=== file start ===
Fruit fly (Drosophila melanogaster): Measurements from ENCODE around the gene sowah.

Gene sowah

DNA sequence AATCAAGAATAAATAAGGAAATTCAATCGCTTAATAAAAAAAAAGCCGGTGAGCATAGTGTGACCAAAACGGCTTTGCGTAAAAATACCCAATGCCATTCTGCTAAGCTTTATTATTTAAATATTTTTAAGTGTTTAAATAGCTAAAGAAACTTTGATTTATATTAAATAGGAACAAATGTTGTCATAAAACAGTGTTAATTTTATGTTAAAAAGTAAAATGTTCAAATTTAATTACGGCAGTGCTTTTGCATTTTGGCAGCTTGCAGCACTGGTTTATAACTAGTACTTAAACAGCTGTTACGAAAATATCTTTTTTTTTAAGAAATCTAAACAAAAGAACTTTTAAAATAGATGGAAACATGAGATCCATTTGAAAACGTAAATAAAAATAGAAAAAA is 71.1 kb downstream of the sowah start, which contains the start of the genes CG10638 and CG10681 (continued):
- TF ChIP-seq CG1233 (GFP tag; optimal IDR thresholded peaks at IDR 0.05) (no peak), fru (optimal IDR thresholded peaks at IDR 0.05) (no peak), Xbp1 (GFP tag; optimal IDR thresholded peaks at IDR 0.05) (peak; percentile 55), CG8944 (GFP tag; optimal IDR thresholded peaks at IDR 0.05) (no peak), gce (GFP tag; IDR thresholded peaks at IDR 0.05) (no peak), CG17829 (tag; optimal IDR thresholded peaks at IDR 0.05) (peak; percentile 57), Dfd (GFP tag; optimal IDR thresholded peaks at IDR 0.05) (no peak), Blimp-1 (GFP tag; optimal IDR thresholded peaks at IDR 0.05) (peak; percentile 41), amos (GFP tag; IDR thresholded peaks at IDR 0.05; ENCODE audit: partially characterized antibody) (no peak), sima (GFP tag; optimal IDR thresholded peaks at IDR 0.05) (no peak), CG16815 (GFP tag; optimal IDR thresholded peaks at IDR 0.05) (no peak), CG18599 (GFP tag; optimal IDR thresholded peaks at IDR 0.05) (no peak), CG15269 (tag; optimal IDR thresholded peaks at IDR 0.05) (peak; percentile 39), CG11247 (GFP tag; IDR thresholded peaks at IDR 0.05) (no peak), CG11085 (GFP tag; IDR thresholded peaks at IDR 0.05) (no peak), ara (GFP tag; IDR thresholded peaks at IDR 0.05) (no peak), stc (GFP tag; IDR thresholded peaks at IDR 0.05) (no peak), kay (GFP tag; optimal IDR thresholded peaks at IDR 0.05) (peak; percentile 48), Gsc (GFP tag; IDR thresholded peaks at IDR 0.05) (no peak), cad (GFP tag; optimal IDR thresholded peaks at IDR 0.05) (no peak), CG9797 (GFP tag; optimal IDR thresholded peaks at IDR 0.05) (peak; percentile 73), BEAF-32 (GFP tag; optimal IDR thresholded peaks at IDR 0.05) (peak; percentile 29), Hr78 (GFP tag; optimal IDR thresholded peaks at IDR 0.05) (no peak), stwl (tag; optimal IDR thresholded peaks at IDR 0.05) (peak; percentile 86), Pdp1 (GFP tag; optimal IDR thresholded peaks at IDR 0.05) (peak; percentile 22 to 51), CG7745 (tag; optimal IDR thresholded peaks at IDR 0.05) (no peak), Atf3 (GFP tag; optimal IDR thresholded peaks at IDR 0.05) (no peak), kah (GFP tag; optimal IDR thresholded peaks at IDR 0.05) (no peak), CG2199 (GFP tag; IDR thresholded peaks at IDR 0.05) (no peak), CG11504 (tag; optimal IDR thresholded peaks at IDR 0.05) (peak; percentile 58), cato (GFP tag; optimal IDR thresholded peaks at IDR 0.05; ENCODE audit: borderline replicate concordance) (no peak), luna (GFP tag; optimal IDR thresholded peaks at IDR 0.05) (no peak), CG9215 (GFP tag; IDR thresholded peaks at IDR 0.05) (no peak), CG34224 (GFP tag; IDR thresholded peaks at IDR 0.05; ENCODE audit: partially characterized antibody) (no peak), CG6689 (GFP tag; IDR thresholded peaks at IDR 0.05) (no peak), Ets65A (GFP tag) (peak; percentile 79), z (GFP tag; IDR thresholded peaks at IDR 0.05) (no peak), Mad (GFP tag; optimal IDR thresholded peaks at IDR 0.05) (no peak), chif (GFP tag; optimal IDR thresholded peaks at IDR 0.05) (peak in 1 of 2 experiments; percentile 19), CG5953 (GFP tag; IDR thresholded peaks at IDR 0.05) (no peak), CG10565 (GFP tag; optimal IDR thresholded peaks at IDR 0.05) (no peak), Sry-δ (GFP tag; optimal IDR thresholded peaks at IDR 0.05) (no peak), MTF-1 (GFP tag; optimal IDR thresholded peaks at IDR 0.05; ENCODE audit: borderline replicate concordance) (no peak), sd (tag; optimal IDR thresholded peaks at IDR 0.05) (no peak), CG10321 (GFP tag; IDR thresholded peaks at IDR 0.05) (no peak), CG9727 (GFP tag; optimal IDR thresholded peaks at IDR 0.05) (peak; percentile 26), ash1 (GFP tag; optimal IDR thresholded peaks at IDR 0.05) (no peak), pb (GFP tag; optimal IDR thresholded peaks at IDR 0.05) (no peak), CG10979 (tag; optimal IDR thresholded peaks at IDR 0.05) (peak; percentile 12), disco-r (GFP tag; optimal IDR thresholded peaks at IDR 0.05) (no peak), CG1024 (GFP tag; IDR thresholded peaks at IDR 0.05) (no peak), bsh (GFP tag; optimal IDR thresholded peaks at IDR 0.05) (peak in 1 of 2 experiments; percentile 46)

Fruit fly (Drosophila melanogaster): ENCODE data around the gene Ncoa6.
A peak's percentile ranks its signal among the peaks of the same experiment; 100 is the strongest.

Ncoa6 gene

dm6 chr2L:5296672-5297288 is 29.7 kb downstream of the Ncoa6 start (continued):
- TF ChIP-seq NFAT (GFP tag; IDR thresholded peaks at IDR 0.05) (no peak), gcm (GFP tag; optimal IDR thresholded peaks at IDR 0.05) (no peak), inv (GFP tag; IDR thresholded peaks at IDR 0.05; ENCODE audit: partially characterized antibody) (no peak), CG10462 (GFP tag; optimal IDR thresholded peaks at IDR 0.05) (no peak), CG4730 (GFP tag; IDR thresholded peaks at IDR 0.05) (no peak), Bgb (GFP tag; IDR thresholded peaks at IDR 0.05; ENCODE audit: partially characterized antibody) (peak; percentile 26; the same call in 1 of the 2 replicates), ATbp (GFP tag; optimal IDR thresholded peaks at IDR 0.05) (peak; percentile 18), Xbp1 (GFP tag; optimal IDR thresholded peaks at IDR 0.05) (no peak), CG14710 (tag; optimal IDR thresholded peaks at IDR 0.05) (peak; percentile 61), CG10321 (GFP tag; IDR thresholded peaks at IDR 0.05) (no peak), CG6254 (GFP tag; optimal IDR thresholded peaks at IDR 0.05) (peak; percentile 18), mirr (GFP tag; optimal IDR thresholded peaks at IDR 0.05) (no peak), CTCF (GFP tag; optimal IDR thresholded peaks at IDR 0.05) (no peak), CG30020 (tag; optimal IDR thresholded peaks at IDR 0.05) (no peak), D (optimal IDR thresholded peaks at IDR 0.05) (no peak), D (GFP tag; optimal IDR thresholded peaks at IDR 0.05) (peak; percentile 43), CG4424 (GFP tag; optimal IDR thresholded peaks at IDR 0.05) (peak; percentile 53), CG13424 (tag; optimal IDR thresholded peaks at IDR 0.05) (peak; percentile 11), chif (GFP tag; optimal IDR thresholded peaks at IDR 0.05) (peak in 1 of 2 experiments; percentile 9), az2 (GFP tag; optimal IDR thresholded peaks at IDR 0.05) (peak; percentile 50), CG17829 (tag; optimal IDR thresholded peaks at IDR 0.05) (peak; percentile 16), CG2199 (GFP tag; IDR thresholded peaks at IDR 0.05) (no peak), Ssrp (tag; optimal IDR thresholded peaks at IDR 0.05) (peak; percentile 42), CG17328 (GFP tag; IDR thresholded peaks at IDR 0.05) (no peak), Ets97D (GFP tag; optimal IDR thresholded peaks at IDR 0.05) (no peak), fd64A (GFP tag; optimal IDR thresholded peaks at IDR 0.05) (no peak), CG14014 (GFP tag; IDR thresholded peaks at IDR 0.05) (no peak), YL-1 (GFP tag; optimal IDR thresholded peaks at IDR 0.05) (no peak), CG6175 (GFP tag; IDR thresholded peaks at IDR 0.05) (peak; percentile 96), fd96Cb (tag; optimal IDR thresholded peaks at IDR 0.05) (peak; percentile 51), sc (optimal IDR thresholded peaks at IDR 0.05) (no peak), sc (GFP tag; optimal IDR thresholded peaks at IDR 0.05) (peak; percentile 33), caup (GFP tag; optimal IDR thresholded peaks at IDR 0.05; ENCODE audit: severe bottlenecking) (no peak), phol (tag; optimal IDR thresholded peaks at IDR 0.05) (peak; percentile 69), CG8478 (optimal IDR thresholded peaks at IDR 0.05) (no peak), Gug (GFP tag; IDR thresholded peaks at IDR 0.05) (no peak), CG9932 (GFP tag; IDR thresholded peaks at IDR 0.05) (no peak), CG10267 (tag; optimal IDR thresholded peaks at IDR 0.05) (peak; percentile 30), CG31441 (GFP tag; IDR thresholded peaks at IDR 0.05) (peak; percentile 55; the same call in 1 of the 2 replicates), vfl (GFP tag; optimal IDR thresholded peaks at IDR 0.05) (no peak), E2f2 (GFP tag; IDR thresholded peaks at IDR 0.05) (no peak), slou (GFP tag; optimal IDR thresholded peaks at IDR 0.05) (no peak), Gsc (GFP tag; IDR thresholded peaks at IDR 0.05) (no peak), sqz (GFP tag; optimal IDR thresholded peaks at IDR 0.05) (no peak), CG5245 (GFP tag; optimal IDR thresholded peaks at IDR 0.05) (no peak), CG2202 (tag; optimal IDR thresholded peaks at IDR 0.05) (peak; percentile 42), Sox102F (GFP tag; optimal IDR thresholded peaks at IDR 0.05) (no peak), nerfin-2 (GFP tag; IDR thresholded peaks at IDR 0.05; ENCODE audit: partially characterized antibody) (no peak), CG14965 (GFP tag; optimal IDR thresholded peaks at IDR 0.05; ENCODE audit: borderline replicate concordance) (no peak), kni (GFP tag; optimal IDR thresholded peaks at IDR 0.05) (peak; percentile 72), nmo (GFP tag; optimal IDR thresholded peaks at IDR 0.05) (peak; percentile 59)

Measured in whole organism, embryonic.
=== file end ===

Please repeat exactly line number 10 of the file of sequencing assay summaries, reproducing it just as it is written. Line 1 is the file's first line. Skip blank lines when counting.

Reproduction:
Measured in whole organism, embryonic.